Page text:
How is PR Changing?
27th May 2014
PRmoment recently held our annual PR is changing conference.
There seems to be little doubt that public relations is a sector going through massive change. It's a market in a period of disruption and in any disruptive market – there will be winners and losers.
I believe that this change is framed within some massively positive macro trends. The reality is that public relations, as a function, should be more important to business than it has ever been before.
The video below features thoughts from a few of our speakers:
We had the following speakers talk to us about the challenges and opportunities of this rapidly changing public relations world:
Ian Wright, Former Corporate Relations Director, Diageo
Alex Aiken, Executive Director, Government Communications
Clare Francis, Head of Content, Moneysupermarket
Alistair Smith, Managing Director, Corporate Communications – Group, Barclays
Marcus Gault, Managing Director (Insight), Precise
Denise Kaufmann, Partner, CEO, Ketchum London
Sam Hall, Head of Social Media, Corporate Communications, Vodafone
Some key themes from me:
1. The global international agency model must evolve. Global brands are increasingly bringing a lot of expertise in house and not outsourcing the same amount of work to agencies. The type of work global companies are outsourcing to PR agencies is also changing. This may well be a trend towards high end consultancy work, rather than global firms requiring agencies to give them feet on the ground.
2. There's been a rush for content in the last five years. Content needs to create emotion, be useful and be shareable. Good content gives businesses and government the potential to engage directly with their stakeholders.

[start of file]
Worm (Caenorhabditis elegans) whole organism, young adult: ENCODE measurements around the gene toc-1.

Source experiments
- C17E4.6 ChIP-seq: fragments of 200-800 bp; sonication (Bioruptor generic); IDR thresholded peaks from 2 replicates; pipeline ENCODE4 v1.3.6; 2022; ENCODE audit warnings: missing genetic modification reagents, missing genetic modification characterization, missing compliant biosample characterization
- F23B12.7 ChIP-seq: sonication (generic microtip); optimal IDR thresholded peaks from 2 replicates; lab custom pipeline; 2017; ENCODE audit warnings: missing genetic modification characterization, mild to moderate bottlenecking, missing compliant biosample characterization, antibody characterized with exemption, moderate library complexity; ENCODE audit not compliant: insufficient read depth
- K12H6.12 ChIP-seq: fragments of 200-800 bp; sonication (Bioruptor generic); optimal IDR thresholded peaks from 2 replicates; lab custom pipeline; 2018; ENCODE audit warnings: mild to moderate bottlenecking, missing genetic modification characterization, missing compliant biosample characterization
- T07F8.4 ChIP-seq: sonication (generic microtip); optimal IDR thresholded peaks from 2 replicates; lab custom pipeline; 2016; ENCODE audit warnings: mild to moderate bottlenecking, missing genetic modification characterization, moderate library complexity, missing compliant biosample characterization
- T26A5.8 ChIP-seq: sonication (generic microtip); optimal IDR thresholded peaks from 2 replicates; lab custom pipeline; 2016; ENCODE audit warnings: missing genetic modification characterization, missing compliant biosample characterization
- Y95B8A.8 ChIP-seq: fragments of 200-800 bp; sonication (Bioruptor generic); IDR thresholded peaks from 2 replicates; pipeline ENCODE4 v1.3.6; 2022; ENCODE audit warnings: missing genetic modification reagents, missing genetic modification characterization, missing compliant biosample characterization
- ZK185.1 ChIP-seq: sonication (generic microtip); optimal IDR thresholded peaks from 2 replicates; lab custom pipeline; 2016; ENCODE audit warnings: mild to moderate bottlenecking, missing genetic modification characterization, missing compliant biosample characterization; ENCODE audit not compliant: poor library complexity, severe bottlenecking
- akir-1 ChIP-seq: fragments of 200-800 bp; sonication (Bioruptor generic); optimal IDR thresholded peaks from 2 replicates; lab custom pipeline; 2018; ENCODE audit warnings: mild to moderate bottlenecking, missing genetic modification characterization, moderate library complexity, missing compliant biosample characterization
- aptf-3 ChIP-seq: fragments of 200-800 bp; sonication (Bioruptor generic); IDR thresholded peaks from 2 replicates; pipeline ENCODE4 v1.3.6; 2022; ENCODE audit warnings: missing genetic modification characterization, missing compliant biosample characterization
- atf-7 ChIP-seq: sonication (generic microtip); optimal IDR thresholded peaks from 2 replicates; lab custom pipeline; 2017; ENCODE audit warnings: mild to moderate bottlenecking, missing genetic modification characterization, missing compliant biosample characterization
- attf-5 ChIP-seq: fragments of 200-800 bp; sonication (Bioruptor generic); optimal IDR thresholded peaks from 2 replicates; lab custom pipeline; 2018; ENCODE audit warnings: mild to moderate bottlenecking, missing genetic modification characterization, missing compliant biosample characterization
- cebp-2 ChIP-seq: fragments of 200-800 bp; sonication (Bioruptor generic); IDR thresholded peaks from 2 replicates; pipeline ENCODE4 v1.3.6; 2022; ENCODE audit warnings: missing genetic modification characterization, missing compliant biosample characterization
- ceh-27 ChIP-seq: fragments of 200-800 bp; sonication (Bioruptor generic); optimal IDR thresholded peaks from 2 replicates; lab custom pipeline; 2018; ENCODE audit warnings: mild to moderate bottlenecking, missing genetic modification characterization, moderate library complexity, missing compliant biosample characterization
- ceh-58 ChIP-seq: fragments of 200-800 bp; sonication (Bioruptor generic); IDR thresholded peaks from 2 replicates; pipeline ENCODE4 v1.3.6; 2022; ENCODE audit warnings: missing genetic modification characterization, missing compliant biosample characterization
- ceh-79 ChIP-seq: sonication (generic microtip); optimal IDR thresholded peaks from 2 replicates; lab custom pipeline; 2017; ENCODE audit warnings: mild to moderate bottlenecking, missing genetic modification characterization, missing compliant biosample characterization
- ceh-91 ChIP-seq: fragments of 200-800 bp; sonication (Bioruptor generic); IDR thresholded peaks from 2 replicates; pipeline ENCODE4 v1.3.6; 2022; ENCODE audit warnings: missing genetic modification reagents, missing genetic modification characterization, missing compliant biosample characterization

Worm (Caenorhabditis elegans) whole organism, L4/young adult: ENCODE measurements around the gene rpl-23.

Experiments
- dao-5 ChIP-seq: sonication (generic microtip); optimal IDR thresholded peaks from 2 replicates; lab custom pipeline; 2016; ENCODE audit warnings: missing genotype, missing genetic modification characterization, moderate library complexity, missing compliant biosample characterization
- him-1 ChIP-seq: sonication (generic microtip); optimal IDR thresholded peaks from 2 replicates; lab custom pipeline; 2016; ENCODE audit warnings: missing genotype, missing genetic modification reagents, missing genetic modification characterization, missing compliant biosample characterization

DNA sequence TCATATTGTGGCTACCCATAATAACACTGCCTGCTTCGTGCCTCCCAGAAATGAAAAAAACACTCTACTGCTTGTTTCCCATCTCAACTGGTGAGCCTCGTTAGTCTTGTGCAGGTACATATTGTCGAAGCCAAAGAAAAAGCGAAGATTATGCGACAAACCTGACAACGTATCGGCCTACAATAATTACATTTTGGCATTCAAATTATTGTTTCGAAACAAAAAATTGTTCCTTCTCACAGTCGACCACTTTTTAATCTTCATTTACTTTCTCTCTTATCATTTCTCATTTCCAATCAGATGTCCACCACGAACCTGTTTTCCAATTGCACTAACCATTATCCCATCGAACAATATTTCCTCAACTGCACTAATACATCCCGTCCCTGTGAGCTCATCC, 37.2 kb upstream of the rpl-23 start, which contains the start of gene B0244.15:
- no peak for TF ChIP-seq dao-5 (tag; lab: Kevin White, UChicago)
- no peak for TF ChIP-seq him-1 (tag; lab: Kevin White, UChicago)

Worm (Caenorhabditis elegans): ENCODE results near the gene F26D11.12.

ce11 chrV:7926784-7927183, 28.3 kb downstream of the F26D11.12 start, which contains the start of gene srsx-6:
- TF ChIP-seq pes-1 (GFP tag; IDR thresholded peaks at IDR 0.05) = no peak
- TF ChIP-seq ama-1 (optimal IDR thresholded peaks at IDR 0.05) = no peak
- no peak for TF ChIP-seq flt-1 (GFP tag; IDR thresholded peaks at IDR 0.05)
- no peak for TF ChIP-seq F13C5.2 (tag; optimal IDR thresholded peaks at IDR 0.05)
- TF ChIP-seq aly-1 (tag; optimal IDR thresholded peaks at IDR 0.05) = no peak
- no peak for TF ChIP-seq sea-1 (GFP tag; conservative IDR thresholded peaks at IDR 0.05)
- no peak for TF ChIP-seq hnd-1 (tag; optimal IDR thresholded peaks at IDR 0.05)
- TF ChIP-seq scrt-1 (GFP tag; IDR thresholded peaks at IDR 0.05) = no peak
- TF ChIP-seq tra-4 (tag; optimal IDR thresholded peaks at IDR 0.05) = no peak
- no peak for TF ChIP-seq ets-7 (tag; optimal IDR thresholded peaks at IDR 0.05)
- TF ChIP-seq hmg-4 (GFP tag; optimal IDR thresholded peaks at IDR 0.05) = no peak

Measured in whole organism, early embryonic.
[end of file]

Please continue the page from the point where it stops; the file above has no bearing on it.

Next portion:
But guess what? If the content is crap none this works.
3. Public relations people should have the mind-set and skill requirements to thrive in the new PR. But they must commit to lifelong learning and embrace new technologies otherwise they will very quickly become obsolete.
4. Integration is absolutely critical. Businesses cannot on the one hand look to create a culture of trust, whilst on the other have non-ethical products. This trend means that the role of public relations within businesses is very important.
5. If your public relations is currently measured on outputs then you and your colleagues are extremely vulnerable.
6. Integration between content and channels is also important. Within this context PR people should understand the contribution of paid media. But at the same time, understand what they are good at. As a sector we shouldn’t attempt to spread ourselves too thin.
Measuring output is not easy, but the idea that public relations cannot identify its contribution to a company’s objectives is wrong. Measuring the influence of public relations to your company objectives, is no more difficult than measuring that of advertising or any other part of the marketing communications mix.
The importance of this point was brought in to focus when Alex Aiken, Executive Director, Cabinet Office said that in 2008, “Two thousand government workers lost their jobs because they couldn’t prove their worth”.
The next PRmoment conference is on June 26 and will look at the area of Public Relations and Trust.